N.J. Constitutional Convention: Vol. 4, Page 295
MR. BROGAN: Or as against that, to make my question fully clear, should he just appoint a judge and should the chief judge of the top court assign the men?
MR. VAN RIPER: I have to give that a moment's thought, Chief Justice, to be perfectly honest about it. I am rather inclined to think that he should appoint a judge, but the Chief Justice should have the assignment of the judges. It may be that at that particular time and in that particular division from which the judge resigned they have a surplus of judges.
MR. BROGAN: Do you think the separation of equity from law, as it substantially now is, makes for a better equity jurisprudence, or do you think that we would come up with just as good an equity jurisprudence 25 years from now?
MR. VAN RIPER: Apparently, if we are to listen to the experts, such as Dean Pound, as I read his testimony. As I say, I read it only from a newspaper account; I didn't have a transcript.
MR. BROGAN: In other words, you think that a man does become a specialist by working in a single class of jurisprudence.
MR. VAN RIPER: I don't think there is much doubt about that.
MR. DIXON: My difficulty in considering this as a layman is to look at the attorneys - and attorneys have a general practice. They don't limit themselves, I take it from what I have heard, to either equity or law. That is the general thing, and if they become rounded and step into a judgeship, why wouldn't they be expert in both lines?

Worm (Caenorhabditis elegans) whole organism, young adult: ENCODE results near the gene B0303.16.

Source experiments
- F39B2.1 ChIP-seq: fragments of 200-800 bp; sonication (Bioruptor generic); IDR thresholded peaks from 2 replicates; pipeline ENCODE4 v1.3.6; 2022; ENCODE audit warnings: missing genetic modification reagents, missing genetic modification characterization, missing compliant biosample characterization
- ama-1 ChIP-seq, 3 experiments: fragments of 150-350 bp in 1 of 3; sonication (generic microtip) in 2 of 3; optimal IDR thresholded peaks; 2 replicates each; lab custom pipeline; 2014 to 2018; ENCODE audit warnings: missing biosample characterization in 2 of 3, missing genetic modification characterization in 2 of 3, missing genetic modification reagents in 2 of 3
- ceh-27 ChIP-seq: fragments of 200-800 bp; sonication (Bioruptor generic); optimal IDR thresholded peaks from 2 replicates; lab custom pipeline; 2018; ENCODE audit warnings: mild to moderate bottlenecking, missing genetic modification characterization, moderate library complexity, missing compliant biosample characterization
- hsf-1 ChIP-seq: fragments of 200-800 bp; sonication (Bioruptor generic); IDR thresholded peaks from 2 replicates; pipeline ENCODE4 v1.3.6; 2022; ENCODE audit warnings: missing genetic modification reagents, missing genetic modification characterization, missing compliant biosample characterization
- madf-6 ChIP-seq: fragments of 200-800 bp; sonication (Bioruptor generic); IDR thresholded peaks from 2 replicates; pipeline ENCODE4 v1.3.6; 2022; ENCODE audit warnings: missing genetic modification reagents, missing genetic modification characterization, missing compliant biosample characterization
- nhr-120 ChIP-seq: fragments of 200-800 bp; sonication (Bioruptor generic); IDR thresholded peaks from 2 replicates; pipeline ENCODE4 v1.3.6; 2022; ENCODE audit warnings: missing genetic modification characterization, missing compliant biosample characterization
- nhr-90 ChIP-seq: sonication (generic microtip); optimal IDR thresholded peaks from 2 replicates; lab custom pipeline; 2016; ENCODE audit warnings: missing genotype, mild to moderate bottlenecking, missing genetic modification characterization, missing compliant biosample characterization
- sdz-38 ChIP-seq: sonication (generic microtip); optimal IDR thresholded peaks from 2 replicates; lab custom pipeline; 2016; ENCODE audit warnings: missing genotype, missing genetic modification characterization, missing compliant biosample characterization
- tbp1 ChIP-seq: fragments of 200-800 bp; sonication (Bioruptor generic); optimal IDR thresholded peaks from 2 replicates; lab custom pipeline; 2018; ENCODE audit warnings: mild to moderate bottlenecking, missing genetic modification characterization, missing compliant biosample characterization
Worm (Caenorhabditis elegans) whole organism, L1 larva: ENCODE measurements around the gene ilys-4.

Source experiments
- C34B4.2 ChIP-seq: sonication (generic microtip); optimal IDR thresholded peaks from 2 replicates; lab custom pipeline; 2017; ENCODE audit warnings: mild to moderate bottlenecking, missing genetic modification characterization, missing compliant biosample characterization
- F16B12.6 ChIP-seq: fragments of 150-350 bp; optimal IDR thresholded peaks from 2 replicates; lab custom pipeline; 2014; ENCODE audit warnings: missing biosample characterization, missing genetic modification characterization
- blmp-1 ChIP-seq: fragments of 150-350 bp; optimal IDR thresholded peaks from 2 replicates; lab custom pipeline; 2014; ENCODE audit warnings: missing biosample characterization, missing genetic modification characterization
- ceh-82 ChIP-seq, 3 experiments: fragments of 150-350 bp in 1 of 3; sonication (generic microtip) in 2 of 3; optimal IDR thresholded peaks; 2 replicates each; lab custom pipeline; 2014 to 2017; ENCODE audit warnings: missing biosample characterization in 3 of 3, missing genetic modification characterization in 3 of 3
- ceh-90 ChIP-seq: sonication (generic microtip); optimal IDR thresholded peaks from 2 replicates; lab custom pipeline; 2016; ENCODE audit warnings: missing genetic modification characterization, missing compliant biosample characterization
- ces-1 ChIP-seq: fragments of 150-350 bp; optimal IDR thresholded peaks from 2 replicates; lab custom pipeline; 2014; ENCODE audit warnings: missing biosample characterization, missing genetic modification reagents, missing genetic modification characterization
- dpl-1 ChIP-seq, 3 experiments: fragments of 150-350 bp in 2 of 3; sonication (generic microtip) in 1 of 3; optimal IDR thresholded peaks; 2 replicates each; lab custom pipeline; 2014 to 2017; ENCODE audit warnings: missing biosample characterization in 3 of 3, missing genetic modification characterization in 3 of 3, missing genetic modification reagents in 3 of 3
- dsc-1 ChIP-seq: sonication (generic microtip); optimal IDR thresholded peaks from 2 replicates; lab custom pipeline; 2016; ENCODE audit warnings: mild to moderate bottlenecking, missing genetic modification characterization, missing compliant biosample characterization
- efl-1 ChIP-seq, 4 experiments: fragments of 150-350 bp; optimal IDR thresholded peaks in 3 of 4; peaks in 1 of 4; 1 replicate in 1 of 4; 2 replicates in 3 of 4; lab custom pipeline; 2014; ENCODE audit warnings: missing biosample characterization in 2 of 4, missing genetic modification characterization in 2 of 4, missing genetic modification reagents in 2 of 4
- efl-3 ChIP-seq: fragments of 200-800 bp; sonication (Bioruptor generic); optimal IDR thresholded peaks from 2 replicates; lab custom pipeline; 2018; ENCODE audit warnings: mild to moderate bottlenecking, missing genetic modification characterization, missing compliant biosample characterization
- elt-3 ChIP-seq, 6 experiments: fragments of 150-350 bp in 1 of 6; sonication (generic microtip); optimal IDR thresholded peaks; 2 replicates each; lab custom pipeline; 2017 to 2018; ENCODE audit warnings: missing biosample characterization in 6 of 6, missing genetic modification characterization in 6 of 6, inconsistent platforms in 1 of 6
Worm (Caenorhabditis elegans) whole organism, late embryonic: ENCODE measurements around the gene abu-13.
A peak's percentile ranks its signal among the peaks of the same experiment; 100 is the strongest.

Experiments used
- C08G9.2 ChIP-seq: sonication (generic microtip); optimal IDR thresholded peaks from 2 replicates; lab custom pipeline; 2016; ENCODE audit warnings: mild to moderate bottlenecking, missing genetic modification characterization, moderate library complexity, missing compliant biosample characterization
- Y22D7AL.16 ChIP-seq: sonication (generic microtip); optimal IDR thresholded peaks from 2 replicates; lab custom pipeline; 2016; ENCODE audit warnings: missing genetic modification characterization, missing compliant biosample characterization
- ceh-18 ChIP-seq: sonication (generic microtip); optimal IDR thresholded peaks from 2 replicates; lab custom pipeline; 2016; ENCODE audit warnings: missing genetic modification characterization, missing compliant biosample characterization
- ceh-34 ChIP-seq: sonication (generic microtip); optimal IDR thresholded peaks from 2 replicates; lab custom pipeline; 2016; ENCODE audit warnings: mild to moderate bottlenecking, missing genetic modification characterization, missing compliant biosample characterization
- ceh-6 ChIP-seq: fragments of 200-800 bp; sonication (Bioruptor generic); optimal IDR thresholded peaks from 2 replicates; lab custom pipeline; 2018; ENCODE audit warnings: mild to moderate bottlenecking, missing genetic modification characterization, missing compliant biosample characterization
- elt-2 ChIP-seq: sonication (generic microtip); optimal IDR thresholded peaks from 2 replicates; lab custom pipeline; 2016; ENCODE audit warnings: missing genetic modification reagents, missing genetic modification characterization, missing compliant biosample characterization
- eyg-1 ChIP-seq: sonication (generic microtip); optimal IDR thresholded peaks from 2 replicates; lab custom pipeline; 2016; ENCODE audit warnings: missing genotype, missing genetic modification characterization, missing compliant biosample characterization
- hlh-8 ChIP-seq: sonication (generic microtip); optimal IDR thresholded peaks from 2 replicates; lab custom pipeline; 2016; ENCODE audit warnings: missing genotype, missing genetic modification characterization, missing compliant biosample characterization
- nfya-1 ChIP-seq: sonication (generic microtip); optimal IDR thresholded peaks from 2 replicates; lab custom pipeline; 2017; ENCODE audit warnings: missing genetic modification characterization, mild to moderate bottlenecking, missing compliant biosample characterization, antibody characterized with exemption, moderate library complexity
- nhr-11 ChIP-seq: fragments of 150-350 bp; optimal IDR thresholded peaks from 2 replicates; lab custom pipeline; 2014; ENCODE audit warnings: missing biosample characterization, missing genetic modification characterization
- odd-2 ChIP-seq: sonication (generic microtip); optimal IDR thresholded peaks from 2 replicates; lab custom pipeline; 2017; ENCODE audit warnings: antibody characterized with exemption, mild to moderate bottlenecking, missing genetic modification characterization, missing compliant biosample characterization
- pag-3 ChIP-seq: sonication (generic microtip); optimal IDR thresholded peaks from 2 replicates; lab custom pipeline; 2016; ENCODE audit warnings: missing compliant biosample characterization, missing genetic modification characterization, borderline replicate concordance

MR. VAN RIPER: Sometimes it's not much of a question whether they become rounded or not. They won't admit it, but it probably is a question. However, there are plenty of practicing lawyers who specialize. There are plenty of lawyers to whom other lawyers go to handle certain litigation.
MR. DIXON: That isn't generally true though, is it? Of course, some specialize, but isn't it a general thing for attorneys to handle both law and equity - to take the cases as they come along?
MR. VAN RIPER: I think the majority of lawyers certainly do, but at the same time there are plenty of outstanding lawyers whose services are engaged by other lawyers because they happen to be proficient in a particular line - trial work or appellate work or Chancery work.
VICE-CHAIRMAN: In practice, have the appointments been based on that consideration? Have they appointed judges to a criminal court because they have been criminal lawyers?
MR. VAN RIPER: Mr. Jacobs, I think you must know that when a man, a lawyer, is a candidate for the bench he is an expert in all phases of the law. It's only after he has resigned that he confines himself to one or two activities.
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